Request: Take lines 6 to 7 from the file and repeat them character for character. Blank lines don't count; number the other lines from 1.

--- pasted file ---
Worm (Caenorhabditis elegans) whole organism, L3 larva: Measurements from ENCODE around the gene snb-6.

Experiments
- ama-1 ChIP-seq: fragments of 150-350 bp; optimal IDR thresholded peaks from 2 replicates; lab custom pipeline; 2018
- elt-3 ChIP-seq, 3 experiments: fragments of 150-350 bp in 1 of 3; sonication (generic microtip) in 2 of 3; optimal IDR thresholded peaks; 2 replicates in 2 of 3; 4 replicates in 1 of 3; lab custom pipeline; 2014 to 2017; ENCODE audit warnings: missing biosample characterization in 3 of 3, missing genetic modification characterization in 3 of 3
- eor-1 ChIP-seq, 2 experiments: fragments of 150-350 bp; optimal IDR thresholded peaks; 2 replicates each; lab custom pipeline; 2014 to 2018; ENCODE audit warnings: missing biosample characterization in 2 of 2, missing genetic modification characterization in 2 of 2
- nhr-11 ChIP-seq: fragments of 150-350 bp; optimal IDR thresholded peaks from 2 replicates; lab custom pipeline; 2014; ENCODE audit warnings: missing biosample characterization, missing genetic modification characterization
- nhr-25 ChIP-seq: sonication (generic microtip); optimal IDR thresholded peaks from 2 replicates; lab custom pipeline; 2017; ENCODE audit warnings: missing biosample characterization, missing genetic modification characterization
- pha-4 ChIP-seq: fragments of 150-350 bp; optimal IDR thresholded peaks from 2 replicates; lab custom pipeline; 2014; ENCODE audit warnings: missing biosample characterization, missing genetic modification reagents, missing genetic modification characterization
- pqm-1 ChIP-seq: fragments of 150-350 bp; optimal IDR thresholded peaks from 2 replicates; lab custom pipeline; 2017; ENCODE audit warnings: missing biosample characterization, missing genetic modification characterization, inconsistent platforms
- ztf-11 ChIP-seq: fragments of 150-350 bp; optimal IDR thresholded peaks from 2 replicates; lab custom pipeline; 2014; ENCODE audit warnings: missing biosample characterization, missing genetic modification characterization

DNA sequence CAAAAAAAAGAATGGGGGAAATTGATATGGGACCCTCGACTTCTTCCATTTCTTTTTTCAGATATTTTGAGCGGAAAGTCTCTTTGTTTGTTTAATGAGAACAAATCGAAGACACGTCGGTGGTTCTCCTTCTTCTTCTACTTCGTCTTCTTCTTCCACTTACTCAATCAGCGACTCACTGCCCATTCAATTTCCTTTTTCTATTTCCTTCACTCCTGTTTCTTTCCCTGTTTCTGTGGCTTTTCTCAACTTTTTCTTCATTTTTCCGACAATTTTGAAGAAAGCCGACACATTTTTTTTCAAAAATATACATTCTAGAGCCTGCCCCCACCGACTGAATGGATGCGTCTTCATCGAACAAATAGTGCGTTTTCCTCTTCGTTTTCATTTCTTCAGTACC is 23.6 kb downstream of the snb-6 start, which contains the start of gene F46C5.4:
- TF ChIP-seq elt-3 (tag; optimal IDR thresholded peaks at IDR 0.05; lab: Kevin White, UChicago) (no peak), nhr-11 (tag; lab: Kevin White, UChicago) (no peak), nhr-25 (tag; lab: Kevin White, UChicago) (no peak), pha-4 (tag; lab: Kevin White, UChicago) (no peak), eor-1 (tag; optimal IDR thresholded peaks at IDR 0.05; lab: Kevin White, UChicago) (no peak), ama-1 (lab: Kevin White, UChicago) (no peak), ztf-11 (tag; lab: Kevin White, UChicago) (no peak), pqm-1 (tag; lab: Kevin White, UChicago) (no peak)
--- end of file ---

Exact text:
- nhr-11 ChIP-seq: fragments of 150-350 bp; optimal IDR thresholded peaks from 2 replicates; lab custom pipeline; 2014; ENCODE audit warnings: missing biosample characterization, missing genetic modification characterization
- nhr-25 ChIP-seq: sonication (generic microtip); optimal IDR thresholded peaks from 2 replicates; lab custom pipeline; 2017; ENCODE audit warnings: missing biosample characterization, missing genetic modification characterization